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I'm going to Africa this summer for a veterinary mission and need an egg incubator. Considering I will not have a steady supply of power I need to find an efficient way to power an incubator continuously off of a battery and solar power.

I need to run this incubator: http://www.flemingoutdoors.com/little-giant--10200-circulated-air-incu.html

I found this battery/solar setup: http://www.goalzero.com/shop/p/59/Sherpa-120-Explorer-Kit/1:1/

Though I don't think the setup is going to be powerful enough to power it continuously, any suggestions?

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What kind of eggs? The cheapest incubator for e.g., chicken's eggs is a broody hen. She knows what to do, including how often to turn the eggs, and you can pay her chickenfeed! –  lyndon May 7 '11 at 20:17
Your first step is to contact the incubator manufacturer and obtain it's power consumption (or even better current consumption) and operating voltages. After that, you can start looking for a kit that will power it, because you will actually know what to look for. Also, since you're considering alternative sources, please describe locations which you'll be wisting and your budget. There may be other alternative solutions available which could work better than a solar cell (for example is there's a stream, you could use car alternator to construct a power plant and use it with inverter). –  AndrejaKo May 7 '11 at 21:24
Or obtain the incubator and measure the power usage yourself with a kill-a-watt. –  AngryEE May 8 '11 at 1:34
@AngryEE The advantage of not measuring the consumption is that you don't have to spend money on the device itself. Another manufacturer may have device with similar characteristics and lower power consumption. –  AndrejaKo May 8 '11 at 10:32
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2 Answers

Assuming the night is 12 hours near the equator you have about 10W of power for the incubator before the sun starts to shine again. Depending on the insulation and the ambient temperature this might be enough, or it might not. Unfortunately there is no specification how much power the incubator will need.

To reduce power consumption you could try to improve the insulation by packing it in styrofoam.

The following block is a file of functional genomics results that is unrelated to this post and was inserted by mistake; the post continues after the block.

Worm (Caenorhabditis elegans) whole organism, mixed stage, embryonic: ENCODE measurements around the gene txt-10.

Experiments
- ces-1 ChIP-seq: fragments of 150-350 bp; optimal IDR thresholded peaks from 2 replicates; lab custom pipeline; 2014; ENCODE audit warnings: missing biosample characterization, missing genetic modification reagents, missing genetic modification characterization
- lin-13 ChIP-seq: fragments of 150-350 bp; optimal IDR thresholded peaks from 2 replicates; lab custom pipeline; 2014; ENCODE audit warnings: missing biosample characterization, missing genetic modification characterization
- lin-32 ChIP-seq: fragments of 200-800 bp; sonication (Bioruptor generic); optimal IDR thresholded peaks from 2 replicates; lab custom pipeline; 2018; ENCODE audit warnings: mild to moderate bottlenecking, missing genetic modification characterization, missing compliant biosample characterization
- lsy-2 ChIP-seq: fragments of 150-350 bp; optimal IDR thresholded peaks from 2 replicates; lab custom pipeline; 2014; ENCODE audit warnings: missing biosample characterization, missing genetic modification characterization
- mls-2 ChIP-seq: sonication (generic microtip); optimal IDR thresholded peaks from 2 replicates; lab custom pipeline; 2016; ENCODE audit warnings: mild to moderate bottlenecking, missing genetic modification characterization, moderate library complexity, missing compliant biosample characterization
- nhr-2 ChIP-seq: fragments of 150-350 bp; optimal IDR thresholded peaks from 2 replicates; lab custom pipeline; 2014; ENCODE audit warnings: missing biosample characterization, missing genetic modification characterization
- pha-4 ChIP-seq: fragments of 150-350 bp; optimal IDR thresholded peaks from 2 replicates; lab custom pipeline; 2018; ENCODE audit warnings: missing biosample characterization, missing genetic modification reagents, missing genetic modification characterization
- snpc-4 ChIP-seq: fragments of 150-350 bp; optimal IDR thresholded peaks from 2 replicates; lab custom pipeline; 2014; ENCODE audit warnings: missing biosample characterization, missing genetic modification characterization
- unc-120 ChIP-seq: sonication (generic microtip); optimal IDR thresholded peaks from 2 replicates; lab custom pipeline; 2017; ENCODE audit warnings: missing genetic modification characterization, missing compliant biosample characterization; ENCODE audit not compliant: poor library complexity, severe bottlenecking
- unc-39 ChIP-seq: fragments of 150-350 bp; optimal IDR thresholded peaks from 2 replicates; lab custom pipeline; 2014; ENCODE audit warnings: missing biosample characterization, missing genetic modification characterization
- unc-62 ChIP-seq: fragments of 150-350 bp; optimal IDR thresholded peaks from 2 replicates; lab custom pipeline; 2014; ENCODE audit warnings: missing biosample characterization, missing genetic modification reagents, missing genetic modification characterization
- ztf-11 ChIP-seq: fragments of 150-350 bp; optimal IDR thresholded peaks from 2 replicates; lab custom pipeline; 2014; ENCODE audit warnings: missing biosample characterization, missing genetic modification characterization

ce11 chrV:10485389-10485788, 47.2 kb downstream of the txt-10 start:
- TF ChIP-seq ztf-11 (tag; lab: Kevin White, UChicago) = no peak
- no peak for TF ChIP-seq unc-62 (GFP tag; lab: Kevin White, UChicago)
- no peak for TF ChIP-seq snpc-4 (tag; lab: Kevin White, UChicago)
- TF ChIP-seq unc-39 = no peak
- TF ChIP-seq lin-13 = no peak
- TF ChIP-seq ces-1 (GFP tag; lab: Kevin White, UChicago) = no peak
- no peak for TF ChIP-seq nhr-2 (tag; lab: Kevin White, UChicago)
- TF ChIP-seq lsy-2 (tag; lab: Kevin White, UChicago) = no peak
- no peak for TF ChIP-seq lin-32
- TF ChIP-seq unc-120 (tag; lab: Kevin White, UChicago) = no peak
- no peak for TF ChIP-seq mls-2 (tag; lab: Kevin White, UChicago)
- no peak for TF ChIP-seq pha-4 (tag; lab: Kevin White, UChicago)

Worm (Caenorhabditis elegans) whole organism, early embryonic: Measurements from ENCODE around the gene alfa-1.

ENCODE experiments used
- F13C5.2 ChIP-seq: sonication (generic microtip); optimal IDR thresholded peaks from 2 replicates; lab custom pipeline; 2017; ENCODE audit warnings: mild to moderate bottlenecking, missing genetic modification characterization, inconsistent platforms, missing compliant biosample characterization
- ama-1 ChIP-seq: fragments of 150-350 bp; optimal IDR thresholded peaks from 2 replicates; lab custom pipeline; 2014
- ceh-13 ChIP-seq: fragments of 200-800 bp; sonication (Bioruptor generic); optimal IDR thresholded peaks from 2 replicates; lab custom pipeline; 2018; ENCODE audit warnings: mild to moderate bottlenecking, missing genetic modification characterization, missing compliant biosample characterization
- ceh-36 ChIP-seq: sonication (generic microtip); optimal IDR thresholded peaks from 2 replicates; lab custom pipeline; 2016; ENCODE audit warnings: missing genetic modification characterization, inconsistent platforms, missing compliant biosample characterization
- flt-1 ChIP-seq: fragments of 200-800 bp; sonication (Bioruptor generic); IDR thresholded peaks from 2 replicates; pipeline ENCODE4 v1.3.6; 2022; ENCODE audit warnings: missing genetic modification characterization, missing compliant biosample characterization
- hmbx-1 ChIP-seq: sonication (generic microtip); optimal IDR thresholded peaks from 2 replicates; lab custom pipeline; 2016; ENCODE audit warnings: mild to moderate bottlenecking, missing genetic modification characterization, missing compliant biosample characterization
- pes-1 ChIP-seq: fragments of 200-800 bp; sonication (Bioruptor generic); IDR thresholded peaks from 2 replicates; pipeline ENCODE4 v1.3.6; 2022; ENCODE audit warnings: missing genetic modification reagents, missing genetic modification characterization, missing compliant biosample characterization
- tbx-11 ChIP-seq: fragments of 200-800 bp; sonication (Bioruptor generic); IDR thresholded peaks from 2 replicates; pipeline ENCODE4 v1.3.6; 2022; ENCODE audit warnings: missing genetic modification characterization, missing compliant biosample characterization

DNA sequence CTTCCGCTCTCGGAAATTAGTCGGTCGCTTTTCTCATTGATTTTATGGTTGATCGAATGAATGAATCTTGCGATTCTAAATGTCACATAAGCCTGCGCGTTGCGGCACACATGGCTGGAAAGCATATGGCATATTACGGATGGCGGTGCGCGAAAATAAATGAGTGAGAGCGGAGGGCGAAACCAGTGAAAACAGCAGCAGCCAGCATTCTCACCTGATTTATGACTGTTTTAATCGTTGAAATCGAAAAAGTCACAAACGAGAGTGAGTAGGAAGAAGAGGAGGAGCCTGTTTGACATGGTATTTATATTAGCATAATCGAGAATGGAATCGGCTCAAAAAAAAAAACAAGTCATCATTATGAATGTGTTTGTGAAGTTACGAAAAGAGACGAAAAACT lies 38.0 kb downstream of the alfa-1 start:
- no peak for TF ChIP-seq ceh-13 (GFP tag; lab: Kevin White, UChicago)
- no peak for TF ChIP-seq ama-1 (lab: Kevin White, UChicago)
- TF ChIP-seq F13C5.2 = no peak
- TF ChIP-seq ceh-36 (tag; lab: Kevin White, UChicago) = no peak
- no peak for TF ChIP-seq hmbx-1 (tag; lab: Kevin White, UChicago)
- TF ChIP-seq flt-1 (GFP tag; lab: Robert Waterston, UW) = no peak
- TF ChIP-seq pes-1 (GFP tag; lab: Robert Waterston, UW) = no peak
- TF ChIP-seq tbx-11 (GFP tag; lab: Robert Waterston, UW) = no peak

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I contacted the manufacturer and he gave me: Little Giant 10200 or 9200 with Fan Kit = 48 watts He also mentioned another: HovaBator 1602N with Fan Kit = 34 watts (at full power) Egg Turner = 3-5 watts incubatorwarehouse.com/index.php/… @AndrejaKo Ill be visiting Alduba, Ethiopia and my budget isn't an issue. –  Brent May 9 '11 at 22:15
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There is only one answer - you will need a LOT more solar power generation than simple calculations will suggest:

48 watts for 15 hours (assuming a 60% on time averaged over night and day) is ~700 watt hours. With nominal 12V batteries call that 60 amp-hours capacity.

Don't forget that in the day you need to be able to charge the battery and run the incubator at the same time so a nominal output of 100W minimum is needed (unless the incubator heater is off most of the time).

1 Solar cells rarely achieve their full rated output which assumes they are exactly normal to the incident light (pointing straight at the sun, in English)

2 The batteries won't be 100% effceint in taking or yielding up their charge

3 You will need lead acid batteries designed for deep discharge - i.e. leisure batteries. Even then remember you won't be able to use part of their capacity

4 Even in Ethiopia you can't guarantee day-long sunshine

Though you may get away with one, I would suggest using two 60Ah leisure batteries (to be on the safe side). If you have 10 hours sun and achieve 50% of nominal output you will need ~1400 watt-hours or 140 watts of panel capacity. So go with the BP 160W panel here or similar:


So even if the sun isn't full on to the panel it should make 100W - worst case 50W incubator and 50W for the battery.

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